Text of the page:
Government is one step closer to a one-stop shop for FOIA requesters

Digital services group 18F will help develop the government's centralized portal for Freedom of Information Act requests, according to the Department of Justice's Office of Information Policy, which will collaborate on the project.
(KoliadzynskaIryna/Getty Images)

Digital services group 18F is is going to help develop the government’s centralized portal for Freedom of Information Act requests, according to the Department of Justice’s Office of Information Policy, who will collaborate with them on the project.

The FOIA Improvement Act of 2016 signed into law last year mandated the creation of a centralized portal — one place for people to go to submit a request for records from any agency. The act also requires the portal be interoperable with request processing software agencies are using.

Melanie Pustay, director of the Office of Information Policy at DOJ, said Thursday that the office had secured $1.3 million in funding for the project, dubbed the National FOIA Portal, adding “we’re happy obviously with that amount.”

Speaking at the Freedom of Information Act Advisory Committee, she added that the office knows it will need more money going forward, but that the initial funding would help it get started.


“We are just delighted that we have joined forces with 18F, the tech savvy experts at GSA,” Pustay said Thursday at the meeting.

She encouraged the public and agencies to participate in the product’s development, because 18F’s work style is to use an “iterative, open process” to design a solution. The office and 18F, she said, would work with, and listen to agencies and end users to see what features they might want in the new portal.

“The whole process is very open, it’s very dynamic,” Pustay said.

There are 119 agencies subject to FOIA, Pustay said to FedScoop on Friday. And the goal is to make it easier to direct users to the right one, and to provide one place for all those requests to be submitted.

‘Culmination’ of a journey toward a better FOIA process


“We definitely want to build on all the work that’s been done in the FOIA space with technology and portals,” Pustay told FedScoop on Friday. “And obviously, this effort is a culmination of a lot of … ground work that we’ve laid for this project.”

Indeed, the move toward creating this portal follows several other efforts to streamline the FOIA process. For example, the office launched in 2010, a site with guidance and data such as contact information for requests at different agencies and major document releases that are already online.

Pustay told FedScoop that DOJ is envisioning the new portal living as a feature on — making that site a one-stop-shop for people looking to learn about the FOIA, or file a request.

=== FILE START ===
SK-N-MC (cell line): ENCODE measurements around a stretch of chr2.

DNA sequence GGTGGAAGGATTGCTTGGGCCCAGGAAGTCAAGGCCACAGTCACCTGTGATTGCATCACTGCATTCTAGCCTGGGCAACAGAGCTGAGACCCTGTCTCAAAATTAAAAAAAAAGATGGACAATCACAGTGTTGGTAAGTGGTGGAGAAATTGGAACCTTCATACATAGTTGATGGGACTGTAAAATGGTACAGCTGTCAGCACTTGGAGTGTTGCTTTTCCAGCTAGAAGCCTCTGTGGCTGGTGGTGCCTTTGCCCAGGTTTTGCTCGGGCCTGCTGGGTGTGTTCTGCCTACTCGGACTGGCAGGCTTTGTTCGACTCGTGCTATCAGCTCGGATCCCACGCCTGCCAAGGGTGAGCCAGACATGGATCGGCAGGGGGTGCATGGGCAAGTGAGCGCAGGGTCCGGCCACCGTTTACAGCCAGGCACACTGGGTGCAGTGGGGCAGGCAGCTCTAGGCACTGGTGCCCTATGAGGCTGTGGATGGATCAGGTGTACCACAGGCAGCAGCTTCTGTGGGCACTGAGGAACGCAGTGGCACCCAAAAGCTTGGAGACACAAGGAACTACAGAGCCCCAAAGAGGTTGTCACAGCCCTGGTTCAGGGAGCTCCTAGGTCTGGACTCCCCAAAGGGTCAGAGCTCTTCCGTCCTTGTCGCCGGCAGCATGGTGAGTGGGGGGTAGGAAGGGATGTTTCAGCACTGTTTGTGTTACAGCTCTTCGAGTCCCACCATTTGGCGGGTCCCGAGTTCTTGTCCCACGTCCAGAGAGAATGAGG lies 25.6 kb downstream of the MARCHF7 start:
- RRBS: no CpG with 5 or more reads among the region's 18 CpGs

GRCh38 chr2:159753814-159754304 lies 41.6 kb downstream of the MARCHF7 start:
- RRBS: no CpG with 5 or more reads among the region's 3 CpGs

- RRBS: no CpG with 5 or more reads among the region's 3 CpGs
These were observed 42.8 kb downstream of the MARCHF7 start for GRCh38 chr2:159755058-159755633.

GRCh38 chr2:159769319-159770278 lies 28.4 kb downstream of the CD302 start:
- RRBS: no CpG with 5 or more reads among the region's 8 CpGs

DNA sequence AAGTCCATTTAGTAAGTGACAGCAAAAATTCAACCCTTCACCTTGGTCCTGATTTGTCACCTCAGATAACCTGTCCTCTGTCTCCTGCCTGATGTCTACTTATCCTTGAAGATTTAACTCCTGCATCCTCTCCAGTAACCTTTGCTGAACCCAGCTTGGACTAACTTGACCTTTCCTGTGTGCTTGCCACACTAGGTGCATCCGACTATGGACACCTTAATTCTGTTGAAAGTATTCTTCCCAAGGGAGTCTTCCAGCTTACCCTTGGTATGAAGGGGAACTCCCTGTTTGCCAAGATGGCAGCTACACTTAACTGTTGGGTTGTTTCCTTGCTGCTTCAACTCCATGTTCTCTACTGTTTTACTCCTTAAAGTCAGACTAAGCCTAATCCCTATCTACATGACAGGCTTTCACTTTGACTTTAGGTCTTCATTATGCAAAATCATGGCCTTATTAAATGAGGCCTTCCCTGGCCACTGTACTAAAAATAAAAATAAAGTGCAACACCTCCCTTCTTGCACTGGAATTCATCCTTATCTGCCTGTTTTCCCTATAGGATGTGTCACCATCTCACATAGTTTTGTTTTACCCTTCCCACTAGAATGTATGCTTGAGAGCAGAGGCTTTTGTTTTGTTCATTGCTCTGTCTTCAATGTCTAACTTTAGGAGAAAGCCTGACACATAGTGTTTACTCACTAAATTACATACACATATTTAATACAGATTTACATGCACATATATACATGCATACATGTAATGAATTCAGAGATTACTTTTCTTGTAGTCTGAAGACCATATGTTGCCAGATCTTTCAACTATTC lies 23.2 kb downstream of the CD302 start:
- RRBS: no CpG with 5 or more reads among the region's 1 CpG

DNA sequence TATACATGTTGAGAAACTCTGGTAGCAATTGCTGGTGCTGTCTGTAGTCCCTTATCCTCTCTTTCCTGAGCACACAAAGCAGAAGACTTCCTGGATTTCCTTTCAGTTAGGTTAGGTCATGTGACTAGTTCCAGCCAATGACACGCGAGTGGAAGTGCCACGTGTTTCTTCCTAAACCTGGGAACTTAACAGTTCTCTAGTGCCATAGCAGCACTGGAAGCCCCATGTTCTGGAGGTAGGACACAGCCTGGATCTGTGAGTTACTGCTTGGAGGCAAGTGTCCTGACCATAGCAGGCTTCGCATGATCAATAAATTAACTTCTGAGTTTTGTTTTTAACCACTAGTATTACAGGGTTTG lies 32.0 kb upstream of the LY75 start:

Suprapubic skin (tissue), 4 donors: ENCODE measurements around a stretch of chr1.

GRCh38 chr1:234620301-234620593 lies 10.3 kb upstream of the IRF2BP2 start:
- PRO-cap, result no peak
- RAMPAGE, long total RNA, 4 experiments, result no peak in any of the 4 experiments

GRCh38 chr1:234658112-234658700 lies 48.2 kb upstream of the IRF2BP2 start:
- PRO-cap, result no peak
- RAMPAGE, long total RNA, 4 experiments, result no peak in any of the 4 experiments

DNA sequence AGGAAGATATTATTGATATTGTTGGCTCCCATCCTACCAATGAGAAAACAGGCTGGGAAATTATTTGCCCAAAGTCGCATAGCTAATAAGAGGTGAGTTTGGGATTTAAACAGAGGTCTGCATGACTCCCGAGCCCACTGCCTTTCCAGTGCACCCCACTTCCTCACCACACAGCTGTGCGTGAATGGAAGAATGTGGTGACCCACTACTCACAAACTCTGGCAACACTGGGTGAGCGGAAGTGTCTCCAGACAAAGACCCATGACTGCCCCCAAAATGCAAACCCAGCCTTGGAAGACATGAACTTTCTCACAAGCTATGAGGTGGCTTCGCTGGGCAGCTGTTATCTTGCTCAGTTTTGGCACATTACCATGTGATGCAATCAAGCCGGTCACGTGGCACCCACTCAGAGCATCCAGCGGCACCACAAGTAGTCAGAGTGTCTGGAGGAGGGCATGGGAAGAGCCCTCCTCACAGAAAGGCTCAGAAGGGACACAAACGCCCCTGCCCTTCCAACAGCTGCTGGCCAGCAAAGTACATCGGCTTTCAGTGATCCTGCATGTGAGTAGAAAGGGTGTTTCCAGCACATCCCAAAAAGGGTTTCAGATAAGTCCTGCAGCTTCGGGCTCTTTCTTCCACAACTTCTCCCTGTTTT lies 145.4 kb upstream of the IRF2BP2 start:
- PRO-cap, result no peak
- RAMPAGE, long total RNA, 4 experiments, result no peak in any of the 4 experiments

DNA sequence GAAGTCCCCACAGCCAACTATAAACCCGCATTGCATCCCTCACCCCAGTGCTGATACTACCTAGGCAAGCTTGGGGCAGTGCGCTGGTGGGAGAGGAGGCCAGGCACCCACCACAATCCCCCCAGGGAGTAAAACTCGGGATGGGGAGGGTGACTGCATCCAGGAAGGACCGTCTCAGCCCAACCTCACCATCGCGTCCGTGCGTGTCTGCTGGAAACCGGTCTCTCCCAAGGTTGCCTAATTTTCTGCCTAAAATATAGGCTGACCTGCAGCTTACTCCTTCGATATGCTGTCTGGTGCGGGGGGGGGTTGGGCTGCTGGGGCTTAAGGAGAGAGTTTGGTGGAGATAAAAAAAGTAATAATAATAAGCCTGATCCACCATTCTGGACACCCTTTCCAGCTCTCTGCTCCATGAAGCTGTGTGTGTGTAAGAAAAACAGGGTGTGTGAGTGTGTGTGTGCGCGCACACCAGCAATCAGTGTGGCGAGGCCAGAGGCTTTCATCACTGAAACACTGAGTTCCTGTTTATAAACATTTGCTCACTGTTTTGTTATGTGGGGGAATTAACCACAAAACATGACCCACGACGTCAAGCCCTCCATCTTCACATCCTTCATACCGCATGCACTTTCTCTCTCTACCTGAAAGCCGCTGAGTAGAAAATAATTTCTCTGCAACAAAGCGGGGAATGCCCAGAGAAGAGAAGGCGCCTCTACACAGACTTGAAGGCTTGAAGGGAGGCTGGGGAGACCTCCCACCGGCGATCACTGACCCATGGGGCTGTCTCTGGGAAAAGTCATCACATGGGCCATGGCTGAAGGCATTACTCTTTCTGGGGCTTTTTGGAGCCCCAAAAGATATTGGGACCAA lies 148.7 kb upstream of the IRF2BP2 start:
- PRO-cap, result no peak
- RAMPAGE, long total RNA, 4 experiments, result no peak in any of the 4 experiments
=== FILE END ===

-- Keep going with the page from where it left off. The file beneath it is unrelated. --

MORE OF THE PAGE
And some agencies participate now in a centralized tracking and processing tool called FOIAOnline. People can make requests for some agencies through FOIAOnline now, but that site is mainly useful for internal agency processes rather than for the public, Pustay told FedScoop.

“FOIAOnline is a tracking system for FOIA that many agencies are a part of,” she said, adding that “it includes a web portal to make a request, but it fundamentally is a FOIA tracking system.”


In the past, her office also worked with 18F on a project called OpenFOIA, which Pustay called one of the “preliminary efforts” toward building a consolidated portal.

“So all of those things will provide some data, and information and lessons learned that will be helpful for taking the project to the next step, which is where we’re at now, where we’re looking to develop this National FOIA Portal,” Pustay said.

At the time of OpenFOIA’s launch in 2015, FedScoop reported the site got a lukewarm reaction from open government advocates. In particular, some had hoped for a one-stop-shop for FOIA. The site as is essentially lets users search for information on how to file requests in the federal government.

When asked if the new portal would take lessons learned from these past efforts, or if there were mistakes in that past work the team is looking to avoid this time, Pustay responded: “I guess I wouldn’t phrase it that way. I feel like we’re on a progression.”

The office is asking for people interested in contributing to the portal’s development to email by April 28.

Samantha Ehlinger

Written by Samantha Ehlinger

Samantha Ehlinger is a technology reporter for FedScoop. Her work has appeared in the Houston Chronicle, Fort Worth Star-Telegram, and several McClatchy papers, including Miami Herald and The State. She was a part of a McClatchy investigative team for the “Irradiated” project on nuclear worker conditions, which won a McClatchy President’s Award. She is a graduate of Texas Christian University. Contact Samantha via email at, or follow her on Twitter at @samehlinger. Subscribe to the Daily Scoop for stories like this in your inbox every morning by signing up here:

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